• Vitamin C: Broccoli, Brussels sprouts, cantaloupe, cauliflower, grapefruit, leafy greens (turnip, mustard, beet, collards), honeydew, kale, kiwi, lemon, orange, papaya, snow peas, strawberries, sweet potato, tomatoes, and bell peppers (all colors)
  • Vitamin EAlmonds, avocado, Swiss chard, leafy greens (beet, mustard, turnip), peanuts, red peppers, spinach (boiled), and sunflower seeds
  • Carotenoids including beta-carotene and lycopene: Apricots, asparagus, beets, broccoli, cantaloupe, carrots, bell peppers, kale, mangos, turnip and collard greens, oranges, peaches, pink grapefruit, pumpkin, winter squash, spinach, sweet potato, tangerines, tomatoes, and watermelon
  • Selenium: Brazil nuts, fish, shellfish, beef, poultry, barley, brown rice
  • Zinc: Beef, poultry, oysters, shrimp, sesame seeds, pumpkin seeds, chickpeaslentils, cashews, fortified cereals
  • Phenolic compounds: Quercetin (apples, red wine, onions), catechins (teacocoa, berries), resveratrol (red and white wine, grapes, peanuts, berries), coumaric acid (spices, berries), anthocyanins (blueberries, strawberries)3

Did you list that down on your notes? I sure did! Definitely adding these on my pantry. 😊

Not a veggie-lover yet skin needs a pamper? Here’s another way on how to reduce free radicals in the body.

Fortunately, there are antioxidant supplements that you can take on a daily basis like this one – Solgar Advanced Antioxidant Formula that offers full-spectrum antioxidant support.

There are also skincare products in the market that contains these antioxidants. Here are the ingredients that you need to look for in a product:

  • Vitamin C & E and Selenium: These antioxidants work by speeding up the skin’s natural repair systems and by directly inhibiting further damage, says Karen E. Burke, MD, PhD, of the Mount Sinai School of Medicine’s department of dermatology.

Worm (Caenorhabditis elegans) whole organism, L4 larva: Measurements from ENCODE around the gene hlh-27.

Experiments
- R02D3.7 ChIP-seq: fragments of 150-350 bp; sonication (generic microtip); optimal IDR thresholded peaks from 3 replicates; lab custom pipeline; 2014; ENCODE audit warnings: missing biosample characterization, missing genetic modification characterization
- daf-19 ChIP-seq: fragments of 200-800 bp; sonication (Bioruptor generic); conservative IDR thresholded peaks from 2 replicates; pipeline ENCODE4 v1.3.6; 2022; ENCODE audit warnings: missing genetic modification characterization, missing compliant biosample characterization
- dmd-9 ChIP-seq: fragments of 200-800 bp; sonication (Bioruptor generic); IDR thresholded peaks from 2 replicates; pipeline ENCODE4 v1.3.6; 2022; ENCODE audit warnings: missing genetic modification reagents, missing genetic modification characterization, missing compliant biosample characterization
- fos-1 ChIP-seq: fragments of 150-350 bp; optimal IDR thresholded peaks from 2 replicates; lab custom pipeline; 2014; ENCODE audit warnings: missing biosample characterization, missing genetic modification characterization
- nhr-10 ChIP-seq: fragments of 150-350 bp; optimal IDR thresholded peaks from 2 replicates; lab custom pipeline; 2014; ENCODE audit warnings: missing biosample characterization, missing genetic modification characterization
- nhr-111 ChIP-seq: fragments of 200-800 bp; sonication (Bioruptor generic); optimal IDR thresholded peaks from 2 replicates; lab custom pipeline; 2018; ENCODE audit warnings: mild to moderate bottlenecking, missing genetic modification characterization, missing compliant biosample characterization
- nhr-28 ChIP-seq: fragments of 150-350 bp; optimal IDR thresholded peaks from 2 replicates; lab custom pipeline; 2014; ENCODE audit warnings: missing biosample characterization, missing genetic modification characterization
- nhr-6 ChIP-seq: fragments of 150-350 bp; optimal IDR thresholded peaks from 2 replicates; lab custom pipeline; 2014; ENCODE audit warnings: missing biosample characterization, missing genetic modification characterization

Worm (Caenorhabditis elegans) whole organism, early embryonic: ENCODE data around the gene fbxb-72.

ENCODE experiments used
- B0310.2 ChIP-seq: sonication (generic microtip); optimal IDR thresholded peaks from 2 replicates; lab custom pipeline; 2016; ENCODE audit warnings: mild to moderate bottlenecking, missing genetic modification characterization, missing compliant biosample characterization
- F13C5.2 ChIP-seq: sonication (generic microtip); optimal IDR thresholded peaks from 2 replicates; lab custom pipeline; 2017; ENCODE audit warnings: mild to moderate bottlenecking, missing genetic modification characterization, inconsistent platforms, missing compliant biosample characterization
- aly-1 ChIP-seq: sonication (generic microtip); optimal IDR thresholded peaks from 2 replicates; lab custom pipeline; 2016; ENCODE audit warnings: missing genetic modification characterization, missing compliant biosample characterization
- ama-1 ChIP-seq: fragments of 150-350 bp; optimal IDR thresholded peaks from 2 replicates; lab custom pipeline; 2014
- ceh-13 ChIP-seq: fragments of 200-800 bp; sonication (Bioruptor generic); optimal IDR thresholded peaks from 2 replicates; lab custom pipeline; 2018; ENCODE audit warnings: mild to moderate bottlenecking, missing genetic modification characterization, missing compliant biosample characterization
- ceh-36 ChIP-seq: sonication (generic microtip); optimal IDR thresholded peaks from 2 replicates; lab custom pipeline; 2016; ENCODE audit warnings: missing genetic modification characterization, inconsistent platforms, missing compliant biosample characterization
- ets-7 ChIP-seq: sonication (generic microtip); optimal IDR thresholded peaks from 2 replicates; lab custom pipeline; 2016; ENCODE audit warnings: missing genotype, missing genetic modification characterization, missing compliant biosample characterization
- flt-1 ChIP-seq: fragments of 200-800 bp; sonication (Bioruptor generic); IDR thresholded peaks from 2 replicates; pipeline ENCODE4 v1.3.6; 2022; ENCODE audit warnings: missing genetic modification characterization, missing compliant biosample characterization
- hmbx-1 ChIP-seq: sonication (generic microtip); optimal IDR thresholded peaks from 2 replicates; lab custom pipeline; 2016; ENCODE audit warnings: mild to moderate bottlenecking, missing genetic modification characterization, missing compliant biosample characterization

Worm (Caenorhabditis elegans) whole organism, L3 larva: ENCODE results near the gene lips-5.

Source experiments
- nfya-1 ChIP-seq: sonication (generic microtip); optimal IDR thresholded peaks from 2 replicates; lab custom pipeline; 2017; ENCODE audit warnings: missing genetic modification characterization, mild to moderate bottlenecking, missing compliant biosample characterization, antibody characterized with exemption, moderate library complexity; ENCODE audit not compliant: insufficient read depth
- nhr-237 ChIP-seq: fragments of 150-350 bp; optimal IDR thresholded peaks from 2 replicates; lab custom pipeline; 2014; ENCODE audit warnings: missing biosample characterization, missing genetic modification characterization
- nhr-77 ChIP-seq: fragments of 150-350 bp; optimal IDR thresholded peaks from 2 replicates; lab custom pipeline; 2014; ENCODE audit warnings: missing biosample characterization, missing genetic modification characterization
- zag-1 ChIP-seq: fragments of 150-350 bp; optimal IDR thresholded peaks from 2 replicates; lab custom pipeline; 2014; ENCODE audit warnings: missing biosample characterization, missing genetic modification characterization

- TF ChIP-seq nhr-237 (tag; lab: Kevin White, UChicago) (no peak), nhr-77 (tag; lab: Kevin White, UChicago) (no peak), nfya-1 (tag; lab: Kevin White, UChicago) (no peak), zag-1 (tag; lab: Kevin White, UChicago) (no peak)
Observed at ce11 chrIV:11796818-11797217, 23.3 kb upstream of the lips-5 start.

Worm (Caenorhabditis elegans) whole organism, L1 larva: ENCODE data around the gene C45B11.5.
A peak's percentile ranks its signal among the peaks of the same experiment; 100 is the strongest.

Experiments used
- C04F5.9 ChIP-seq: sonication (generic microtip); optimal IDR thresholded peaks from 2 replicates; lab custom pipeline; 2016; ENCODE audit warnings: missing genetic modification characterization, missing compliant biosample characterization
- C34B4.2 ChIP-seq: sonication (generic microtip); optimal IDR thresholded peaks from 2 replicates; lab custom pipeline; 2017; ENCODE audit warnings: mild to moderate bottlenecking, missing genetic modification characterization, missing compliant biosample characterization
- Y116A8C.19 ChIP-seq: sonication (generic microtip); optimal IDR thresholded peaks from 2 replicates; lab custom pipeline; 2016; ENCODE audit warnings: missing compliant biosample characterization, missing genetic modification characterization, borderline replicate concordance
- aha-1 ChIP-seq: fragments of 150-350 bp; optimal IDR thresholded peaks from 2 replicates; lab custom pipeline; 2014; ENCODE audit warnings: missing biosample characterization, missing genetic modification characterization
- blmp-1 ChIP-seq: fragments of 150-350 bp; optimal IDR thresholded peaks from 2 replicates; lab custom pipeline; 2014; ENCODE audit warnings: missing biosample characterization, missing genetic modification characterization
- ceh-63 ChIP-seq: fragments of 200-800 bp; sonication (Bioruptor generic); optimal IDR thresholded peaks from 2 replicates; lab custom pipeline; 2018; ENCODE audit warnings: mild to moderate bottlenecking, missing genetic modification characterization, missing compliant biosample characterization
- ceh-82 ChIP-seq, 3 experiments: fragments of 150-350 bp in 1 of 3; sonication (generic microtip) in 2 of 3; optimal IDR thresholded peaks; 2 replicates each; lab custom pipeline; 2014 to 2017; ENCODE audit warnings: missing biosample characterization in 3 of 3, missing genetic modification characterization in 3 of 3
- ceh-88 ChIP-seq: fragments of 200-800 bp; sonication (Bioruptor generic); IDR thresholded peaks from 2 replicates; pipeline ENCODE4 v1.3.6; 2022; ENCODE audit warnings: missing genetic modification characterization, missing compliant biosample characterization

• Coenzyme Q10:  A study published in the journal Biofactors found that applying coenzyme Q10 to the skin helped minimize the appearance of wrinkles
  • Alpha-lipoic Acid:  Studies have looked at creams with 3%-5% concentration, applied every other day and building up slowly to once daily, and found some improvement in sun-induced changes in the skin.
  • Retinoic Acid: Retinoic acid is the active form of vitamin A in the skin and the “gold standard” in anti-aging skincare, according to Burke.
  • Flavonoids: Research suggests that the flavonoids in green tea are strong antioxidants that may help protect the skin from cancer and inflammation. 
  • B Vitamin:  It’s important to get enough of foods rich in B vitamins, such as chicken, eggs, and fortified grain products, because a B vitamin deficiency can lead to dry, itchy skin. 4

5 Top Pick Antioxidant Serum

  1. Paula’s Choice RESIST Super Antioxidant Serum with Vitamin C, Ferulic Acid & Coenzyme Q10, Anti-Aging Treatment for Dry Skin
  2. CeraVe Vitamin C Serum with Hyaluronic Acid | Skin Brightening Serum for Face with 10% Pure Vitamin C | Fragrance-Free
  3. SKINCEUTICALS C E Ferulic Combination Antioxidant Treatment
  4. Juice Beauty Antioxidant Serum
  5. La Roche-Posay Anthelios AOX Daily Antioxidant Serum with Sunscreen

Please do note though that supplements or topical antioxidants will never replace the benefits of eating fruits and vegetables. So, load up your plate with these superfoods and your skin will surely thank you. 

Take-Aways on How to Reduce Free Radicals in the Body

Sad to say, free radicals are part of our body and the environment so there’s no way we can escape them.

However, there are anti-oxidants – our friend, that when added to our diet and skincare, will help fight those free radicals and their effect.